Oh shit yeah! Rock & Roll is back in 2009. The new Lucero hits October 9th and while this is their major label bow, the music still the same glorious rock & roll that you have come to know and love. It you don't know it and love it get out there now and get some! Replacements meat Uncle Tupelo meet Springsteen. Whatever. This is just a great rock & roll band. This one has some Memphis horns for ya too. Rock album of the year kids. Here's a blurb from Amazon.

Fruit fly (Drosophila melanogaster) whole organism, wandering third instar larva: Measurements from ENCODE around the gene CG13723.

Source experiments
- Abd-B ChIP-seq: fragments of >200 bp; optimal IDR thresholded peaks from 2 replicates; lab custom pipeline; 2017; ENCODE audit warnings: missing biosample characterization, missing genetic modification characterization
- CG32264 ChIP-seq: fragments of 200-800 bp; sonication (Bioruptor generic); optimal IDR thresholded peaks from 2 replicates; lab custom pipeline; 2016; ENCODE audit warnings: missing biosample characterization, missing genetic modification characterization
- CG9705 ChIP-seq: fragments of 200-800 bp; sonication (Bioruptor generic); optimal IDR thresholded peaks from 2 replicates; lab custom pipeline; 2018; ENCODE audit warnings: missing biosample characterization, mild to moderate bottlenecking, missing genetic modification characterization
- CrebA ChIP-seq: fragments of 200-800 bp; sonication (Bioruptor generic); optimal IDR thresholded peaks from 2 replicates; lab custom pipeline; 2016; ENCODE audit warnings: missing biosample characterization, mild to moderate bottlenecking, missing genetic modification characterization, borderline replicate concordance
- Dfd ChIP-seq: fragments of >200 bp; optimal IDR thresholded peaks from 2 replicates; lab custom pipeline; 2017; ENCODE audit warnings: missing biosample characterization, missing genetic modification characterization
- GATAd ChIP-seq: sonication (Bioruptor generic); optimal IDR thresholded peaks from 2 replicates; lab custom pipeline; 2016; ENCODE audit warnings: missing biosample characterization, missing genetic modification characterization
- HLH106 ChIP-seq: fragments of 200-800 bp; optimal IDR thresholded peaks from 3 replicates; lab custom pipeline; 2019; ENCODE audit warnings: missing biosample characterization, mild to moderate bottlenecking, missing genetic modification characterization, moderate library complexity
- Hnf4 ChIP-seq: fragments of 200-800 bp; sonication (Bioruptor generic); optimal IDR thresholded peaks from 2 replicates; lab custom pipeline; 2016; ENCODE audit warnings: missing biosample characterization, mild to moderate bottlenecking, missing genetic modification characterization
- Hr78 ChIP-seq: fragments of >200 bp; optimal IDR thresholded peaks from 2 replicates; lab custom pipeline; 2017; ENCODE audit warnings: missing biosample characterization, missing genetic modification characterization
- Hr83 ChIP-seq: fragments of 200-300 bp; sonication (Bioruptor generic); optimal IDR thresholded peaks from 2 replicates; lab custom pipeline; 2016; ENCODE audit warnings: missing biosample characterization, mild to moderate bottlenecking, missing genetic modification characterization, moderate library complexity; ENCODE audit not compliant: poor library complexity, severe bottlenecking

Lucero's sixth studio album and major label debut, 1372 Overton Park, is produced by Ted Hutt (The Gaslight Anthem) and featuring horn arrangements by legendary Memphis session player Jim Spake (Al Green, John Hiatt, Solomon Burke, Cat Power), the record marks a decided turn toward the Memphis soul sound that has long informed the band's records from afar. 1372 Overton Park follows the band's 2006 release, Rebels, Rogues & Sworn Brothers, hailed by Pitchfork as "the best showcase for the band's taut dynamic yet." The new album's name comes from the address of the Memphis loft in which all four band members lived, practiced and even recorded portions of their 2003 release That Much Further West (the history of the space itself is even more colorful-- in the `70s, 1372 Overton Park was a karate dojo where local resident Elvis Presley, among others, took lessons). Over recent years band members have gradually moved out leaving lead singer and guitarist Ben Nichols the sole resident of the space until word finally came down that the building would be sold and demolished. Almost as if marking the end of an era not only for the building but for the band as well, this record turns the page and signals a strong move toward the Memphis soul sound that has long served as an influence for the group. Nichols explains, "When [saxophonist] Jim Spake put that first horn track down, we began thinking of the record as having a certain sound. We heard pieces of Memphis history being played over our songs and it floored us and we just went with it." While 1372 Overton Park serves as a love letter to Memphis and its musical heritage, the band has far from abandoned the country/rock/punk influences that they've become known for over their previous five records and countless tour dates in front of rabid fans. "I think the fact that we don't claim a genre is very important to what Lucero is," according to Nichols. "There are too many rules in punk rock. Too many rules in country music. We're hard headed and...god damn if we don't do things the way we want to do them." Playing between 150-200 live shows a year, Lucero has come to be known as much for their hard-touring work ethic as for their critically acclaimed records. In addition to his work with the band, lead singer Ben Nichols also released a solo record in early 2009 and co-stars in MTV's $5 Cover, a series about the Memphis music scene.